"I don't know, but I might have thought the University of Wisconsin was the only team in the country when I was younger," said Dean, who earlier this week was named the new head coach of the Providence Bruins of the American Hockey League.
Then he went off to prep school at Culver Academy in Indiana where he played for a couple of guys - Allan Clark and Ryan Brandt - who had been standouts for and captains of the UNH hockey team during the 1969-70 season.
"I was starting to get recruited and they encouraged me to give UNH a look," Dean said. "I went out and liked it and liked the staff and got my eyes opened to the East Coast."
A defenseman, Dean was still interested in Wisconsin and looked hard at Harvard, but in the end chose to get his education and play his college hockey in Durham.
Thus started a hockey run that soon led to a long and fruitful professional career, first as a player and then as a coach.
Dean, 47, now takes over the P-Bruins after serving five years as an assistant coach with the team and he's charged with developing a stash of young prospects into successful NHL players.
Dean was in Durham earlier this summer to visit.
"He comes up here and spends time with us and talks hockey and shares his knowledge and experience, which is kind of fun. He'll show us clips and just talk hockey."
"He comes up here and spends time with us and talks hockey and shares his knowledge and experience, which is kind of fun," Umile said. "He'll show us clips and just talk hockey. I'm real excited for him that he got the job. He's a good UNH guy, a terrific guy and a very, very good coach."
Umile had been the associate head coach and was appointed head coach during Dean's senior season in December of 1990.
Dean had been recruited by head coach Bob Kullen and assistant Sean Coady. Kullen had heart problems that led to a heart transplant and passed away early in November of 1990.
"Coach Kullen was a real gentleman, a real solid guy," Dean said.
The Wildcats improved from year to year in each of Dean's seasons and were 22-11-2 when he was a senior.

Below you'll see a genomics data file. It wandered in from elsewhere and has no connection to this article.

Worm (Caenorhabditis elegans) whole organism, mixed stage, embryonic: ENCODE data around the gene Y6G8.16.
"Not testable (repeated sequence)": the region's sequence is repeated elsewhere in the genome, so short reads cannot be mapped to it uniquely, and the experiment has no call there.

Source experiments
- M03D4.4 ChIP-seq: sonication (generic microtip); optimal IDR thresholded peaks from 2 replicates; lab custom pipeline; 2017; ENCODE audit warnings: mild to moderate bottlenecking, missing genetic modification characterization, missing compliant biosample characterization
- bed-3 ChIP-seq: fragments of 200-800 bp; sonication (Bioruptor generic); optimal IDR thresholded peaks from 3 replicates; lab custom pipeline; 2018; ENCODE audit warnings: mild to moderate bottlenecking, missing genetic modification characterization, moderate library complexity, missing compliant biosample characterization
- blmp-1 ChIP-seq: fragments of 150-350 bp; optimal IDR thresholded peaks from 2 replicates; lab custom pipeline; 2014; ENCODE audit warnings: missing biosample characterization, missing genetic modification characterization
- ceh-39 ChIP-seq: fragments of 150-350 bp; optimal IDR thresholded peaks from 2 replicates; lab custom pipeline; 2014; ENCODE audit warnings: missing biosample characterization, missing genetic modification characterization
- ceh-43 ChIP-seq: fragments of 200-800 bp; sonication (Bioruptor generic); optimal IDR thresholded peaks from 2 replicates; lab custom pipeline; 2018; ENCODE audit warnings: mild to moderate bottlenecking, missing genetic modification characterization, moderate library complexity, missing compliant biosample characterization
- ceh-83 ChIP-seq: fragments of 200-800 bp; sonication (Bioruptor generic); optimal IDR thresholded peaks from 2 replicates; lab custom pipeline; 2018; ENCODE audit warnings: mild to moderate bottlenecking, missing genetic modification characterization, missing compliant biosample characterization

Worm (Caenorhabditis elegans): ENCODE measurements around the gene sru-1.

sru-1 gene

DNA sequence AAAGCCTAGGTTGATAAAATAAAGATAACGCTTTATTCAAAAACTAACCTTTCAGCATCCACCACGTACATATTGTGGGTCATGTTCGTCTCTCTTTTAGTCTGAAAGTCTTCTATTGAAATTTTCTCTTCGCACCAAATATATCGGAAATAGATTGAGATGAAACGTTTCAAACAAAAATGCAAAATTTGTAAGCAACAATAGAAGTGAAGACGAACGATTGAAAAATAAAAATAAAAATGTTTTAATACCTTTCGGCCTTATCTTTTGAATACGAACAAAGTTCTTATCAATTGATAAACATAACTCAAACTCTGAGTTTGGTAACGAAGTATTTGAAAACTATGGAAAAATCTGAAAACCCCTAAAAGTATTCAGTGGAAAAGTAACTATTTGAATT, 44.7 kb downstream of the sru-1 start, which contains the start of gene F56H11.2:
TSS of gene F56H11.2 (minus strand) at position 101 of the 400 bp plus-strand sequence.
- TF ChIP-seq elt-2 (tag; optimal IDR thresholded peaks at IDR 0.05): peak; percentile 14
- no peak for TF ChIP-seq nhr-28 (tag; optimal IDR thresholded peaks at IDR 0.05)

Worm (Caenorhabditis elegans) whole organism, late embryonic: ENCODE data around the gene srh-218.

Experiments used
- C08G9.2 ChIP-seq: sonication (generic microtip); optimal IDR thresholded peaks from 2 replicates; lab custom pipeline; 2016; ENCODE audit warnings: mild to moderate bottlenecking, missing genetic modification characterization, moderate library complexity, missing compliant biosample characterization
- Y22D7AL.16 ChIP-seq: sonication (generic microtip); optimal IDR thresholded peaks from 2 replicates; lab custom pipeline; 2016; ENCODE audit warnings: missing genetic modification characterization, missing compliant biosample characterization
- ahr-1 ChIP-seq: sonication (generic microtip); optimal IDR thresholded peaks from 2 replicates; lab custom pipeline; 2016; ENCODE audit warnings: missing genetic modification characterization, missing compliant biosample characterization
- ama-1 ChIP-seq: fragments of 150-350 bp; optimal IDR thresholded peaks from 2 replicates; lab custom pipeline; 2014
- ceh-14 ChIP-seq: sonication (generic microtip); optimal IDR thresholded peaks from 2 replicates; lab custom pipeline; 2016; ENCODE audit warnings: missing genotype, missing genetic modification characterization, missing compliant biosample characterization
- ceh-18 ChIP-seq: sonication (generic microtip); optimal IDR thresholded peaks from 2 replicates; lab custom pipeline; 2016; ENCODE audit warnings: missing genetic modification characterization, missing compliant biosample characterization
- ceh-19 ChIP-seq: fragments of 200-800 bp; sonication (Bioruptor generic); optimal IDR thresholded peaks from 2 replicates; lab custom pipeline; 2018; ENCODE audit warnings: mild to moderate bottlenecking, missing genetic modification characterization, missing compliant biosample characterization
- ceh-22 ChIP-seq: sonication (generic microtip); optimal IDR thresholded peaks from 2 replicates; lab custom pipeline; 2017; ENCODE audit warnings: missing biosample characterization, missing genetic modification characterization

"I think there were 10 or 12 of us as freshmen," Dean said. "We got more and more competitive every year, which was fun. It was fun to be part of a rebuild."
Dean had been drafted in the fifth round of the NHL draft by the New Jersey Devils and played professional hockey in the NHL and AHL for 11 years. His NHL stops included New Jersey, Atlanta, Dallas and Chicago.
He had a memorable 1994-95 season in particular when he played with not one, but two, Cup winners.
He won the Calder Cup in the AHL with the Albany River Rats where he was a captain and first-team All Star.
He also made his NHL debut that season with the New Jersey Devils. He played 17 regular season games with the Devils and then was called on for three games in the Eastern Conference finals.
Dean is one only four players to win the Calder Cup and Stanley Cup in the same season. He was able to because an NHL lockout that season pushed the playoffs back later and the Stanley Cup finals did not conflict as much as usual with the Calder Cup finals.
"It would be hard to say winning a Stanley Cup was not a highlight of your career, but I really wasn't a huge part of that Cup," Dean said. "I was a much bigger part of the Calder Cup and that was a lot of fun. We had a special bond among those players."
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The Stanley Cup run provided its share of memories.
"It was kind of a whirlwind and felt surreal," Dean said. "I knew I was a role player plugging a hole while guys got healthy. I did step into the conference finals and I thought I played pretty well. I had been in the organization for five years at that time and knew guys like Ken Daneyko and my whole focus was I wanted to play well and do my little part and not screw it up for those guys. It was special."
Dean spent five years coaching in the Devils' organization before joining the Providence Bruins and he's excited about his new role.
"The next couple of years the Bruins have a lot of draft picks and the last couple of years we've acquired some good, young players," Dean said. "Coming into this season and the following season, it's an important time for the Bruins. My job in Providence is to make sure the kids get the attention and teaching they need to become National League players down the road. Myself and our assistants will be paying close attention to their habits and the details and their overall games. It's exciting and a good challenge. We've got some real nice players who will be fun to work with."